A group of Palestinian dignitaries in Israeli prisons has produce something for our mutual consideration. It is a peace proposal that includes the release of all Palestinian prisoners, along with Israel's return to the pre-1967 borders and granting the right of return to Palestinian refugees from 1948 and 1967.

There remains a low level conflict between families, clans, security units, and who knows what other groupings of Palestinians. There have been several cease fire agreements, none of which has lasted for more than a few hours. Payless paydays, including for armed security personnel, may have something to do with this.

There is a lot to be done. Perhaps I retired too early, before producing enough students knowledgeable about policymaking and public administration.

Posted by Ira Sharkansky at 03:12 AM
May 04, 2006
Olmert and his government

We have a government. It has no stars well known to non-Israelis. No heroic general or fluent English speaker has a major role.

Prime Minister Ehud Olmert operated like a well practiced politician, who had slowly climbed the ranks from minor to major positions over the course of 30 years. Charisma is not his style, but he seems to know what he has to do, and how much he can do without getting into trouble.

His party did not do as well as he initially hoped when he replaced the comatose Ariel Sharon. The surveys showed Kadima dropping from an expected 44 seats to the 29 that it won. Other parties also performed poorly, except for the Pensioners who surprised everyone, including themselves, by winning seven seats.

Olmert started his coalition with the Pensioners and Labor, which brought him up to 55 seats, still short of the 61 he needed as a minimum. He offered the head of the Pensioners Party a new portfolio, attached to the prime minister's office, that would deal with pensioners. It is hard to tell what will come of that. The party head is Rafael Eitan, best known in the US as an undesirable character who handled Jonathan Pollard, and then (according to Pollard) abandoned him to the authorities and his life sentence. Pollard and his wife brought suit against Eitan's appointment as a minister, and is threatening to reveal sensitive information about Israel on account of the ministerial appointment.

The most controversial appointment Olmert agreed to was the assignment of the Defense Ministry to the head of Labor, Amir Peretz. Peretz initially demanded Finance, but Olmert was not inclined to give the economy over to an avowed socialist. Labor stood to be the essential coalition partner, and Olmert had to give its head something prestigious. So it was Defense.

The problem is, Peretz has spent his career in the Labor Federation, and does not seem to know much about defense. He is a dynamic and articulate bargainer and campaigner as long as he is speaking Hebrew. It is an exaggeration of his talent with language to say that he speaks English with difficulty. A leading columnist for Ha'aretz, usually a supporter of Labor, asked what it would sound like when Peretz had to meet heads of the American defense establishment and speak to them about Iran's nuclear capacity, its transfer of conventional armaments to Hezbollah in Lebanon, the prospects of any deal with the Palestinian government of Hamas, or American investments in one or another of Israel's high-tech security inventions.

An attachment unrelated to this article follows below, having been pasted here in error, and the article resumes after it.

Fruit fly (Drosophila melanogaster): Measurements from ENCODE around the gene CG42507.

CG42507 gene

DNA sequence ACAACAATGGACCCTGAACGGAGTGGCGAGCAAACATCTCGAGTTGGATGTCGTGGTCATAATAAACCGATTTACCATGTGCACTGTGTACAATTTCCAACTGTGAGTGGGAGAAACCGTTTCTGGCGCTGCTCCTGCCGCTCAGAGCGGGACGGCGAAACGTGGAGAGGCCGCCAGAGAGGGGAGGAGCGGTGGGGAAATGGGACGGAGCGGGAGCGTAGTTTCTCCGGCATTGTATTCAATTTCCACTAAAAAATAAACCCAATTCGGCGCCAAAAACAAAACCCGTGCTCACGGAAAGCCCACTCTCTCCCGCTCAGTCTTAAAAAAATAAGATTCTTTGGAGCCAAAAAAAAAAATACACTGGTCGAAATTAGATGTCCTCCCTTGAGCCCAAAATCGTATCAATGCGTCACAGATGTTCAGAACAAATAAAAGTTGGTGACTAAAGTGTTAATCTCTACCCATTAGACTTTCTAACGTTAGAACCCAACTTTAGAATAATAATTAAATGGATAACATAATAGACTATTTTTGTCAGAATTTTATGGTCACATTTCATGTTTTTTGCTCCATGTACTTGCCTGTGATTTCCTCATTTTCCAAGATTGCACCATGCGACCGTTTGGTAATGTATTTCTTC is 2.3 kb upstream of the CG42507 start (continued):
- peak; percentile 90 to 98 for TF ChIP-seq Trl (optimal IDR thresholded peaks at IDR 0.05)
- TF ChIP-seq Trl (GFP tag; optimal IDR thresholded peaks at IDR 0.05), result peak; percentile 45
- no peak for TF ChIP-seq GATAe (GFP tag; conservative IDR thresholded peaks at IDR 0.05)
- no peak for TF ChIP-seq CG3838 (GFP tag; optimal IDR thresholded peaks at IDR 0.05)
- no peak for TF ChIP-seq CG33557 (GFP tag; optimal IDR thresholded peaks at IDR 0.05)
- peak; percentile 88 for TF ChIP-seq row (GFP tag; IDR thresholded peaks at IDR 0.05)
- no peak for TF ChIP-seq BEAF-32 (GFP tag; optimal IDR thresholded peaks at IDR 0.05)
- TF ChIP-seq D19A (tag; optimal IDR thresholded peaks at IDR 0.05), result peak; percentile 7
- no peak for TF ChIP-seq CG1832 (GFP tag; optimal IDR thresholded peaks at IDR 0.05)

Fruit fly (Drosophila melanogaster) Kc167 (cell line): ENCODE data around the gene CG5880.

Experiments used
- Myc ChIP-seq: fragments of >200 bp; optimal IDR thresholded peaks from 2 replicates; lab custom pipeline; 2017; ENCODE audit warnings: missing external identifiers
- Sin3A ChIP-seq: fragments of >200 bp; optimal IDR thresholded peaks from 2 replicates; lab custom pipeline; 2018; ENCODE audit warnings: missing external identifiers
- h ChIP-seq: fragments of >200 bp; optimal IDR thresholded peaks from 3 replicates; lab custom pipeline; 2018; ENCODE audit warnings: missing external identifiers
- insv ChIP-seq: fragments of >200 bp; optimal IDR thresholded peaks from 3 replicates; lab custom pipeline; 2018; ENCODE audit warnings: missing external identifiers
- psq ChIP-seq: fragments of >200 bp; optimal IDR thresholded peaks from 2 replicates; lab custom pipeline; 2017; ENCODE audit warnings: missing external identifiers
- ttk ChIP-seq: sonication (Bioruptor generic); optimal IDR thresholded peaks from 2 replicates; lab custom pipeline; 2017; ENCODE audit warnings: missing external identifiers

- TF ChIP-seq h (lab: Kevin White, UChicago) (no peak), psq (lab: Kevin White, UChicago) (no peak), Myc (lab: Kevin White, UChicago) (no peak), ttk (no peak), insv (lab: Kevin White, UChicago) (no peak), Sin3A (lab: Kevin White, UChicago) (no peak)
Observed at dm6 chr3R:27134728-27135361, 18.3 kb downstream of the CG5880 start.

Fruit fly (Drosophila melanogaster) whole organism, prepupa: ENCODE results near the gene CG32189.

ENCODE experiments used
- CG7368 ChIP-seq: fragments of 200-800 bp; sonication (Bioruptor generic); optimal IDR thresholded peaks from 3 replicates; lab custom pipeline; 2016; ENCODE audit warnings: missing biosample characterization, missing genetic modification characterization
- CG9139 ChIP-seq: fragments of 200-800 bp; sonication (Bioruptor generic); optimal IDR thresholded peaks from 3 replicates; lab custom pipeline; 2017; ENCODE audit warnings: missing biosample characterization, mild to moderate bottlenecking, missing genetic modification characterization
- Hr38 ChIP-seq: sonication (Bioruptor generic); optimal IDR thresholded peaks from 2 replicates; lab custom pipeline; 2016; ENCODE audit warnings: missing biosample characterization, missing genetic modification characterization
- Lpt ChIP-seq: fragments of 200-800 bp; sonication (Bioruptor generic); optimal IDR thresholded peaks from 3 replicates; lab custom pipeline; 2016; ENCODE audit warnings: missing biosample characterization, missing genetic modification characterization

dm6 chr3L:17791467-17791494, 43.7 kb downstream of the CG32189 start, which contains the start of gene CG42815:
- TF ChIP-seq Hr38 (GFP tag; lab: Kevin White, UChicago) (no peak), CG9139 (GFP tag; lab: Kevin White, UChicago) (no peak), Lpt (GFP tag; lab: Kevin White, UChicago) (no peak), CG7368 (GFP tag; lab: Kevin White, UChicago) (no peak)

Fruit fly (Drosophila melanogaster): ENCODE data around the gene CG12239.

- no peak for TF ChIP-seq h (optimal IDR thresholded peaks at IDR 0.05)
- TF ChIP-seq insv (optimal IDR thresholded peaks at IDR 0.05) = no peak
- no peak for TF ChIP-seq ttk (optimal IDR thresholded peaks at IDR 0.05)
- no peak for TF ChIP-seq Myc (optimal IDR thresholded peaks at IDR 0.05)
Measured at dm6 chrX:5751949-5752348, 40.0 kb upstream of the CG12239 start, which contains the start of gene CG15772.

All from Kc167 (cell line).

Another unpleasant possibility is that Peretz might show himself dedicated to what is held by some left-wing members of Labor, i.e., a continuing certainty that terror is a function of Palestinian misery, and that peace is possible with them, if only the IDF does not hurt them.

The Sephardi ultra-Orthodox party, SHAS provided the finish to Olmert's government, bringing its support in the Knesset to 67 seats (i.e., a clear majority of the 120 seat parliament). Still warm is the likelihood of Ashkenazi ultra-Orthodox Torah Judaism joining the coalition, with another six seats. Commentators give lesser probabilities to left wing Meretz (5 seats) and right wing Israel Our Home (11 seats) signing on for one or another concession.

To get SHAS on board, Olmert had to agree that it would not have to support his key promise of withdrawing Jewish settlements in the West Bank that would be on the other side of the security barrier. But as I note above, Olmert does what he has to. He might still have enough support to enact his program in the Knesset with the support of Meretz (even if it is outside the government) and the support or abstention of one or more Arab party, but those are open issues.

Shimon Peres is back in office, a minister with responsibility for developing the Galilee and the Negev. It's not the stuff of another Nobel Prize for Peace, but not bad for a politician in his mid-80s, and not likely to be a position where he can do a great deal of damage.

The important ministries of Finance, Foreign Affairs, Interior, Justice, Internal Security, and Education are held by Kadima or Labor figures well known in Israel, and thought to be reliable. It does not seem to be a government that will do dramatic things quickly. But the major issue remains security, and what Israel does there will depend largely on what happens in Iran and Hamas-led Palestine. We hope for the best from Amir Peretz. He is smart, perhaps smart enough to listen to generals and others who know more about defense than he does.

Posted by Ira Sharkansky at 11:07 AM